In strictly numeric terms, Max Bruch can be regarded as a late-romantic composer. He was born around the time of Tchaikovsky and Mussorgsky, and he outlived both Mahler and Debussy. But his style is much closer to that of the Mendelssohn (born 29 years before), and Bruch remained solidly in that earlier style until his death in 1920. He was never in any compositional sense a late-romantic composer, to the extent that might imply harmonic and structural boundary-pushing, or dark, windy atmosphere. Max Bruch was an early romantic, who was rather late in being so.
What he did have to distinguish his fundamentally conservative style was a great gift for melody. Bruch’s most famous work, the first violin concerto, presents the lyric possibilities of the violin as well as any piece ever has (which is saying a lot). His melodic writing seems to have given his works for solo strings (particularly the Scottish Fantasy for violin and the Kol Nidrei for solo cello) considerable staying power. This instinct for melody, a great quantity of which is poured into the concerto-like first violin part of the Octet, is perhaps the principal force driving his music.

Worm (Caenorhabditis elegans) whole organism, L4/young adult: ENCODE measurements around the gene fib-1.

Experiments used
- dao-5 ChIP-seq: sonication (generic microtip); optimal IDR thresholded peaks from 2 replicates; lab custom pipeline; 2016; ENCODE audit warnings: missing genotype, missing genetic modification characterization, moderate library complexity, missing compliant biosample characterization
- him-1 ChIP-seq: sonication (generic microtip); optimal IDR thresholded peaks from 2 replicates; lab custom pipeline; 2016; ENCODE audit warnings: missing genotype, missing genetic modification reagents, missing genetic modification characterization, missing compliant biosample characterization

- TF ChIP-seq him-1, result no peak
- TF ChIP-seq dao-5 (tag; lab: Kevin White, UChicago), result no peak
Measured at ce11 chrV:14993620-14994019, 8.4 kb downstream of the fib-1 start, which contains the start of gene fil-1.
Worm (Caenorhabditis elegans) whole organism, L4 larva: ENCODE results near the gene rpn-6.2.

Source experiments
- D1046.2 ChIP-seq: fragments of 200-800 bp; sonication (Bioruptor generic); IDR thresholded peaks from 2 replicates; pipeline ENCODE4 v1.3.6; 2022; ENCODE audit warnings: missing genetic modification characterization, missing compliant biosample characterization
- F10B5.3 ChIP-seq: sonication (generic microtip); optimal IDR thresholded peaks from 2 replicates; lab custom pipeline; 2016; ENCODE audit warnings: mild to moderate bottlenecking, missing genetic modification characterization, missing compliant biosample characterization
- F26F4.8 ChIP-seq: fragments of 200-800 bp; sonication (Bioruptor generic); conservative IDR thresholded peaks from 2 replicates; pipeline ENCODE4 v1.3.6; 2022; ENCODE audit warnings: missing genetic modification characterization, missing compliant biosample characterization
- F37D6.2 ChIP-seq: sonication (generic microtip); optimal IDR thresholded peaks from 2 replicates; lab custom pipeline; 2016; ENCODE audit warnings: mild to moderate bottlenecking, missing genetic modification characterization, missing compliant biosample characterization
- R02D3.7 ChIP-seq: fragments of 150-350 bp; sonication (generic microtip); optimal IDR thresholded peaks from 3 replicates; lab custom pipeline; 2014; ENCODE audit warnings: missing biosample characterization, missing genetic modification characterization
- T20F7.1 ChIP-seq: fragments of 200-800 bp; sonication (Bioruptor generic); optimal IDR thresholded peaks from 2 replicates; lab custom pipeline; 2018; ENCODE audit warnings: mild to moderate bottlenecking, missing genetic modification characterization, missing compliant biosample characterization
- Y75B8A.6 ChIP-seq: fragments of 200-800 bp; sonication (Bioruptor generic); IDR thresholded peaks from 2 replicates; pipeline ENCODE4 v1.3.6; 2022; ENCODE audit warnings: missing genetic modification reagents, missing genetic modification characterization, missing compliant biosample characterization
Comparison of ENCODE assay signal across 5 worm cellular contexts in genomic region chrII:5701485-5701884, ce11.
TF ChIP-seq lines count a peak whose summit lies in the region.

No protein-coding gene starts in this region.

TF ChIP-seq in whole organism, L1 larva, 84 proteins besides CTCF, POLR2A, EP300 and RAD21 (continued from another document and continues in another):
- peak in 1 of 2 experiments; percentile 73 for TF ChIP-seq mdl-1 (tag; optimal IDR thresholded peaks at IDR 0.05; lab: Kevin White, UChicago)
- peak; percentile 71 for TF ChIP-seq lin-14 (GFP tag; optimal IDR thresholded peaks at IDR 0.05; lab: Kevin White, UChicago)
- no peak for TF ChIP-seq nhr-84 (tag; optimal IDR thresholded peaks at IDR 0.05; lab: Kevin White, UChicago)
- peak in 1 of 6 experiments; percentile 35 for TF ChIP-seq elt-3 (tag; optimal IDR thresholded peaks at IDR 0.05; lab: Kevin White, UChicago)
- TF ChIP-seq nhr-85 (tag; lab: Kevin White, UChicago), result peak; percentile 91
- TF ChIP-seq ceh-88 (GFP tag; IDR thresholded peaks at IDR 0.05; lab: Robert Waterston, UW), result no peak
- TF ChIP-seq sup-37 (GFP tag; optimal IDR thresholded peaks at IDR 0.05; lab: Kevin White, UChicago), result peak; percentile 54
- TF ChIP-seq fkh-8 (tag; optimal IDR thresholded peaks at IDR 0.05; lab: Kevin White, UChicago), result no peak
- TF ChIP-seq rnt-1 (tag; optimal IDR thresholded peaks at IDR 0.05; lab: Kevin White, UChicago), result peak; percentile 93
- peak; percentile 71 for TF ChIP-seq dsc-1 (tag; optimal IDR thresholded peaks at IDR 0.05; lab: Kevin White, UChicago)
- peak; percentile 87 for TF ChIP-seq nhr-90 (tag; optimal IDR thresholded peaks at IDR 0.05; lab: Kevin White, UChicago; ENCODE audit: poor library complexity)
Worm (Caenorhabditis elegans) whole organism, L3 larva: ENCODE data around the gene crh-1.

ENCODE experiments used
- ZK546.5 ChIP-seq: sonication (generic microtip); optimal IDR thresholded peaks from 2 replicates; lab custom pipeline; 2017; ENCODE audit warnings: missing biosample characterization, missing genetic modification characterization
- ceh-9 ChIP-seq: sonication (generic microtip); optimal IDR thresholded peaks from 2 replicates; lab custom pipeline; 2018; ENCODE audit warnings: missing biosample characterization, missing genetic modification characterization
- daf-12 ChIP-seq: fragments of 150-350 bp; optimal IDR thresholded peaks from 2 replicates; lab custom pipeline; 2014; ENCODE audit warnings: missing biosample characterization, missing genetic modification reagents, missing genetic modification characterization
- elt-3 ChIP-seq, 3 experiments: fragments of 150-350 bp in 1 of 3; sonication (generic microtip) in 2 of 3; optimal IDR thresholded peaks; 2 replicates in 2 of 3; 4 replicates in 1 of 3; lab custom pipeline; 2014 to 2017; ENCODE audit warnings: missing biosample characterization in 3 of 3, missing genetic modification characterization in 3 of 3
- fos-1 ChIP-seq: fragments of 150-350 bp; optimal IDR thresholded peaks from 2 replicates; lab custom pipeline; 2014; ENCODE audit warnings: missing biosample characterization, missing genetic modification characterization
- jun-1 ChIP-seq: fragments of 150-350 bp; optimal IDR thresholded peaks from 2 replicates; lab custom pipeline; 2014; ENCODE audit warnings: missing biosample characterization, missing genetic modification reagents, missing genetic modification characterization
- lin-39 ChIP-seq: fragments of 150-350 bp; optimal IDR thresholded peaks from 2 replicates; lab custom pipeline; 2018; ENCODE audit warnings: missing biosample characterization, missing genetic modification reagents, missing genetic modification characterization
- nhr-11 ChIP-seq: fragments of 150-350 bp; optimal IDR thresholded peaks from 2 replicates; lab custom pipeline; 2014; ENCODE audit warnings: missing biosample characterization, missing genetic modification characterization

The main elements of the Octet were probably taken from a string quintet which the composer had begun some time earlier, and reconfigured on the model of Mendelssohn’s Octet. By the time of its publication, however, Bruch had replaced the second cello with a double bass, in the hope that an instrumentation which could be taken up by a string orchestra would sell more copies. This was in 1920, the last year of his life, and it didn’t help. That the Octet is a work basically in the style of Mendelssohn written at the beginning of the Weimar republic also probably didn’t help its popularity — but, in 2011, a late date of publication makes it no less rich a work to hear. It was a bit late in coming, true… but now it is here, and it sounds very fine indeed.